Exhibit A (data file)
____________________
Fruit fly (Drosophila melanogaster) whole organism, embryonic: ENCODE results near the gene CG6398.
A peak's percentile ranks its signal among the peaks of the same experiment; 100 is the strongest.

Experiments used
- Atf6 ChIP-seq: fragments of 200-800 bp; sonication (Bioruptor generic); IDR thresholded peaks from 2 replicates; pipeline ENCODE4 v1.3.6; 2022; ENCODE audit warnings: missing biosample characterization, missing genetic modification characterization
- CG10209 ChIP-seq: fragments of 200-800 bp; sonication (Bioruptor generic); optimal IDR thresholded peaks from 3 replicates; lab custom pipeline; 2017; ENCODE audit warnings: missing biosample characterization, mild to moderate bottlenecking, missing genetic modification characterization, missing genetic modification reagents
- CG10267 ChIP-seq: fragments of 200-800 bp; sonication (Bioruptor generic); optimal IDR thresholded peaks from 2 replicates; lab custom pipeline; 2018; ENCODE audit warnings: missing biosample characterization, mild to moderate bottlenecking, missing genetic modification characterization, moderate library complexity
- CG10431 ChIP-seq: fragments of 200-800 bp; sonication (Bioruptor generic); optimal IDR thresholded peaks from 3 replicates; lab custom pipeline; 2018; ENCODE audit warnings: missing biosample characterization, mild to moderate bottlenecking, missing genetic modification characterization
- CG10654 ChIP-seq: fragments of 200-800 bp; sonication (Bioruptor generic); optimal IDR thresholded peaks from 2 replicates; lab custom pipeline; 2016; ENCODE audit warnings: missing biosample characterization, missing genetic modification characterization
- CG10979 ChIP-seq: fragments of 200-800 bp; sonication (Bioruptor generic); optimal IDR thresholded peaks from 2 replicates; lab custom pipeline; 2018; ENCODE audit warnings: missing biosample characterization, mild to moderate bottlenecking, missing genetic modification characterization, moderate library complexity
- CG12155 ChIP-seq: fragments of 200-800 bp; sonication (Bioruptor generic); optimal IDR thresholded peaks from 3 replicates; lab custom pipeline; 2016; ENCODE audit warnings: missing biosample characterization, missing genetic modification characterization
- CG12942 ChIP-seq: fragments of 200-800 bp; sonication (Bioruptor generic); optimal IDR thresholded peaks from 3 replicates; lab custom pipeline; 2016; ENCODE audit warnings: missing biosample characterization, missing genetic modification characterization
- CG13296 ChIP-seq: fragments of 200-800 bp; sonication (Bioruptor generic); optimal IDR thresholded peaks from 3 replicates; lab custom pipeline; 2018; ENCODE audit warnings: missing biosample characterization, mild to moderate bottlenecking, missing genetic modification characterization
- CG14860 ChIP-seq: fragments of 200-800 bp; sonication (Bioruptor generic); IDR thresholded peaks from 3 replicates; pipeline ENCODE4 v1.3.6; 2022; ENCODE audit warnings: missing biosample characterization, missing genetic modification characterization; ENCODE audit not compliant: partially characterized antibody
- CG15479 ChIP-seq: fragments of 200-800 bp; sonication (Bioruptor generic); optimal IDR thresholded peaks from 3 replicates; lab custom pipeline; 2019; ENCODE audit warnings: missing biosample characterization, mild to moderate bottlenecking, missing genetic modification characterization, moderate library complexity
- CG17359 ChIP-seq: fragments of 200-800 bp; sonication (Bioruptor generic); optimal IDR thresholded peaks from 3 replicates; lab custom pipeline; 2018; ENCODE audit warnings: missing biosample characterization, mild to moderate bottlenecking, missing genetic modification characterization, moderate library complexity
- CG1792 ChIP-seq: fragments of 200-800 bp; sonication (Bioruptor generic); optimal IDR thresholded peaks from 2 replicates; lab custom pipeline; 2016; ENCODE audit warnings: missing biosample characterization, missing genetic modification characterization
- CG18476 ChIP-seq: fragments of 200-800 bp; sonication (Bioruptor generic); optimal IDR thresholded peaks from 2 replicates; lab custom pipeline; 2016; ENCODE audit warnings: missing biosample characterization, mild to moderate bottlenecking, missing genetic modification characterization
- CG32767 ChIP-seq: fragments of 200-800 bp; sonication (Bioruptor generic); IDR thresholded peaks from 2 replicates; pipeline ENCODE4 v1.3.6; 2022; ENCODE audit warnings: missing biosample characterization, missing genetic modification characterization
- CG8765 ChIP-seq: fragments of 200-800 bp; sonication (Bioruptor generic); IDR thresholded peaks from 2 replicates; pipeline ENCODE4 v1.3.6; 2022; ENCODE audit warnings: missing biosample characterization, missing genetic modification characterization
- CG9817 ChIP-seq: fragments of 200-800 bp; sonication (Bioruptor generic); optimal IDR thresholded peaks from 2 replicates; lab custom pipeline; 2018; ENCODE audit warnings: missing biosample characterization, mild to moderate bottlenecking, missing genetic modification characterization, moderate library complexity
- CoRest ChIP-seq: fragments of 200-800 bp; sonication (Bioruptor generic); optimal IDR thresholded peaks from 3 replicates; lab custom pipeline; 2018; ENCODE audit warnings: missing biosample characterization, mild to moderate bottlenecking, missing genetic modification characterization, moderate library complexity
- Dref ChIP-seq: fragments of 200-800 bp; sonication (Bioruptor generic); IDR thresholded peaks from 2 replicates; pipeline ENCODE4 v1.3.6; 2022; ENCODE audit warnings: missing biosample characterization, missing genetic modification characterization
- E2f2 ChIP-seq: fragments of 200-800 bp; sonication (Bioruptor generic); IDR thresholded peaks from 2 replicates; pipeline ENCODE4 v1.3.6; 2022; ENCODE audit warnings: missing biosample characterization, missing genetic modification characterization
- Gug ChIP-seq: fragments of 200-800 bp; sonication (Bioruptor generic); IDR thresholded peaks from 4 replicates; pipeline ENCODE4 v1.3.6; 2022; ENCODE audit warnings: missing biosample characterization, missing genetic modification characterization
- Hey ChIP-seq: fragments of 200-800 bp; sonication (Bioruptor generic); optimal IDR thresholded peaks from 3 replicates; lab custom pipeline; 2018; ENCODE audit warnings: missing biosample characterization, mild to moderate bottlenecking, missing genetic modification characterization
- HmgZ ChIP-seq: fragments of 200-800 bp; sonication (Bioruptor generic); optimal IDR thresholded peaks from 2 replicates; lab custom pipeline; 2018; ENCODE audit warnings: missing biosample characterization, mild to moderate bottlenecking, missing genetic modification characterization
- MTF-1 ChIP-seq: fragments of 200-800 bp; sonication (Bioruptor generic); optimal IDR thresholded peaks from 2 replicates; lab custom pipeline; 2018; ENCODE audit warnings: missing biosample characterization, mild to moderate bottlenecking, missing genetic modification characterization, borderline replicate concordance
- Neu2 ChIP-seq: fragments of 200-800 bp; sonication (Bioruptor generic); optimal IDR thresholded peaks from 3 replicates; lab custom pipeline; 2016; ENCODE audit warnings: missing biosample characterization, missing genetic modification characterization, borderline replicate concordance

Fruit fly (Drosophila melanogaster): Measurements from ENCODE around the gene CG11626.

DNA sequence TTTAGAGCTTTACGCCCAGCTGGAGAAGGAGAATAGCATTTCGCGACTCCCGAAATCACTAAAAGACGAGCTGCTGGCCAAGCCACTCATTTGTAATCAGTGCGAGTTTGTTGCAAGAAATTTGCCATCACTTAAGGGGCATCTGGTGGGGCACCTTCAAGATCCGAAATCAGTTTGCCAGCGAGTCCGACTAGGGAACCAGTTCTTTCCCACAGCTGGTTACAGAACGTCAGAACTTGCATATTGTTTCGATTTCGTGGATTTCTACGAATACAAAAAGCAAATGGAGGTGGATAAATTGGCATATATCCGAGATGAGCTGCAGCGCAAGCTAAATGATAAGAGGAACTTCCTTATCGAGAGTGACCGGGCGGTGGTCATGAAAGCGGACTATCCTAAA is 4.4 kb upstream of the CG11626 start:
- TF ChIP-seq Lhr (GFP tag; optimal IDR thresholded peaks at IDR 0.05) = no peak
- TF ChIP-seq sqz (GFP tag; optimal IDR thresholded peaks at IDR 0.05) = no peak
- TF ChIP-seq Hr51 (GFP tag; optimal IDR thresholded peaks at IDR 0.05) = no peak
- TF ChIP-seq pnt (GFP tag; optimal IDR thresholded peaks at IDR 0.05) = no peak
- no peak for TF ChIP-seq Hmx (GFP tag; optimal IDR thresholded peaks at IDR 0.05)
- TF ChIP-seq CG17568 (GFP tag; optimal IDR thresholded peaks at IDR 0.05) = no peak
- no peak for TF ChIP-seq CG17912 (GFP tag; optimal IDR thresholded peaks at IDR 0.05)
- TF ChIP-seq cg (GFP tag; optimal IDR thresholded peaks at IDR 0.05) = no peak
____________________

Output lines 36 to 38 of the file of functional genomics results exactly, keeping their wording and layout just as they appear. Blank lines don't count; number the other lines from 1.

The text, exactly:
- TF ChIP-seq CG17568 (GFP tag; optimal IDR thresholded peaks at IDR 0.05) = no peak
- no peak for TF ChIP-seq CG17912 (GFP tag; optimal IDR thresholded peaks at IDR 0.05)
- TF ChIP-seq cg (GFP tag; optimal IDR thresholded peaks at IDR 0.05) = no peak